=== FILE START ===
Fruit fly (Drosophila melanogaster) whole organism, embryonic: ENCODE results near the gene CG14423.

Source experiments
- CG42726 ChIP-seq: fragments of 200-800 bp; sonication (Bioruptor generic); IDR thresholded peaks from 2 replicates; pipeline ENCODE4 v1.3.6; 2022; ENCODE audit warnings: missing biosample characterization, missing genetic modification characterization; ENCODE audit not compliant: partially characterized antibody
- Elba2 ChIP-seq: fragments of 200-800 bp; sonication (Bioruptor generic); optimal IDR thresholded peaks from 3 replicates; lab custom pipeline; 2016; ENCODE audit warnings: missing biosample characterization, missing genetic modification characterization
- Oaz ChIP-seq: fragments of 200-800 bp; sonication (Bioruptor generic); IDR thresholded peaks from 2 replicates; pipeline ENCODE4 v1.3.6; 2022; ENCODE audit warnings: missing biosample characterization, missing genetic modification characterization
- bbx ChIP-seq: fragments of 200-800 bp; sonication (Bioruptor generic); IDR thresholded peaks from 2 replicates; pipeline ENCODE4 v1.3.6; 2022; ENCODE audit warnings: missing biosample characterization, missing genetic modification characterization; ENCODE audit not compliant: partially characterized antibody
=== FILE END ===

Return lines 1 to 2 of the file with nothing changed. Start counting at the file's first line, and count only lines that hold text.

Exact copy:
Fruit fly (Drosophila melanogaster) whole organism, embryonic: ENCODE results near the gene CG14423.

Source experiments